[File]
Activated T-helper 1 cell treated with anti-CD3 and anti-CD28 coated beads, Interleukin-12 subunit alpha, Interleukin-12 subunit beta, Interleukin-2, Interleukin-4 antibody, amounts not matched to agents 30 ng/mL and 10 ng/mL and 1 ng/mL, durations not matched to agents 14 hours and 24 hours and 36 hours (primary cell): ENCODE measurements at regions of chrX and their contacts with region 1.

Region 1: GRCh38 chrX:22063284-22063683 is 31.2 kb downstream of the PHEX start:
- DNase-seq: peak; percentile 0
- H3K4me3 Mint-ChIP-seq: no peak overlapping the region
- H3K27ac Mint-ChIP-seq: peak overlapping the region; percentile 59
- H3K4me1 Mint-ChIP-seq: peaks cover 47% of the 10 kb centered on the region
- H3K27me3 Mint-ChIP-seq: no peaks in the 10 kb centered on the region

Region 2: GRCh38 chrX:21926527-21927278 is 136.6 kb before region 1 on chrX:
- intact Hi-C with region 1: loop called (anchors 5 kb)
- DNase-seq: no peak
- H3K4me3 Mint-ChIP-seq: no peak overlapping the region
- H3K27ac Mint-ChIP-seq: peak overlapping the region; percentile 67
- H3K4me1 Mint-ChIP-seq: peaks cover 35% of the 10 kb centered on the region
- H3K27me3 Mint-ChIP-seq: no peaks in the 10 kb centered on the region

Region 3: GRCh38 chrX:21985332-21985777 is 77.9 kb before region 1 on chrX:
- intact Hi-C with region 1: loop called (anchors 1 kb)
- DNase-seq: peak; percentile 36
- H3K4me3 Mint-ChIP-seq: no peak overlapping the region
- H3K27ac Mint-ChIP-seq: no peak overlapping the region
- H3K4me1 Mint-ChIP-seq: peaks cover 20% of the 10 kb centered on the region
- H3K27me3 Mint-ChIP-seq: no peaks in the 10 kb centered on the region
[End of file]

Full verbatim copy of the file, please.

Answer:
Activated T-helper 1 cell treated with anti-CD3 and anti-CD28 coated beads, Interleukin-12 subunit alpha, Interleukin-12 subunit beta, Interleukin-2, Interleukin-4 antibody, amounts not matched to agents 30 ng/mL and 10 ng/mL and 1 ng/mL, durations not matched to agents 14 hours and 24 hours and 36 hours (primary cell): ENCODE measurements at regions of chrX and their contacts with region 1.

Region 1: GRCh38 chrX:22063284-22063683 is 31.2 kb downstream of the PHEX start:
- DNase-seq: peak; percentile 0
- H3K4me3 Mint-ChIP-seq: no peak overlapping the region
- H3K27ac Mint-ChIP-seq: peak overlapping the region; percentile 59
- H3K4me1 Mint-ChIP-seq: peaks cover 47% of the 10 kb centered on the region
- H3K27me3 Mint-ChIP-seq: no peaks in the 10 kb centered on the region

Region 2: GRCh38 chrX:21926527-21927278 is 136.6 kb before region 1 on chrX:
- intact Hi-C with region 1: loop called (anchors 5 kb)
- DNase-seq: no peak
- H3K4me3 Mint-ChIP-seq: no peak overlapping the region
- H3K27ac Mint-ChIP-seq: peak overlapping the region; percentile 67
- H3K4me1 Mint-ChIP-seq: peaks cover 35% of the 10 kb centered on the region
- H3K27me3 Mint-ChIP-seq: no peaks in the 10 kb centered on the region

Region 3: GRCh38 chrX:21985332-21985777 is 77.9 kb before region 1 on chrX:
- intact Hi-C with region 1: loop called (anchors 1 kb)
- DNase-seq: peak; percentile 36
- H3K4me3 Mint-ChIP-seq: no peak overlapping the region
- H3K27ac Mint-ChIP-seq: no peak overlapping the region
- H3K4me1 Mint-ChIP-seq: peaks cover 20% of the 10 kb centered on the region
- H3K27me3 Mint-ChIP-seq: no peaks in the 10 kb centered on the region